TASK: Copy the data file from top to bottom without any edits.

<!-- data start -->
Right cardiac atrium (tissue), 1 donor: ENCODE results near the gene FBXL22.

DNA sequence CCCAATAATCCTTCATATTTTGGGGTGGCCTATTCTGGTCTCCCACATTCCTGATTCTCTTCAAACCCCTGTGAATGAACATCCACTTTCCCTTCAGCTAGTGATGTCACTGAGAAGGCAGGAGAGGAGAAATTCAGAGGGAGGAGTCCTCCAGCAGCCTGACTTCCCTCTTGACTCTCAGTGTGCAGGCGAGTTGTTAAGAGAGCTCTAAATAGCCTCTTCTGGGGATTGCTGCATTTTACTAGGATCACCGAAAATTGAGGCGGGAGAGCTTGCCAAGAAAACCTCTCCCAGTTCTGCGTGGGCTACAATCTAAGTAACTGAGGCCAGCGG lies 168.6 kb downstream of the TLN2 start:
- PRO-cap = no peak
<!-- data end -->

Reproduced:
Right cardiac atrium (tissue), 1 donor: ENCODE results near the gene FBXL22.

DNA sequence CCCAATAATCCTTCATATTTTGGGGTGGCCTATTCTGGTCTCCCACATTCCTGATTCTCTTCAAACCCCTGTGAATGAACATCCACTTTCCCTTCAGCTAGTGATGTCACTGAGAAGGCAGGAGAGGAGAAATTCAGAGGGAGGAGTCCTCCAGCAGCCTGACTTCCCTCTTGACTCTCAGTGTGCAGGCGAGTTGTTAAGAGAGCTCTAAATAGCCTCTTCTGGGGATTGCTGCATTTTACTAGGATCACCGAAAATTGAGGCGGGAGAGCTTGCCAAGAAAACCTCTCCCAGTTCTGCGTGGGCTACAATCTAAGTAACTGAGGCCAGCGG lies 168.6 kb downstream of the TLN2 start:
- PRO-cap = no peak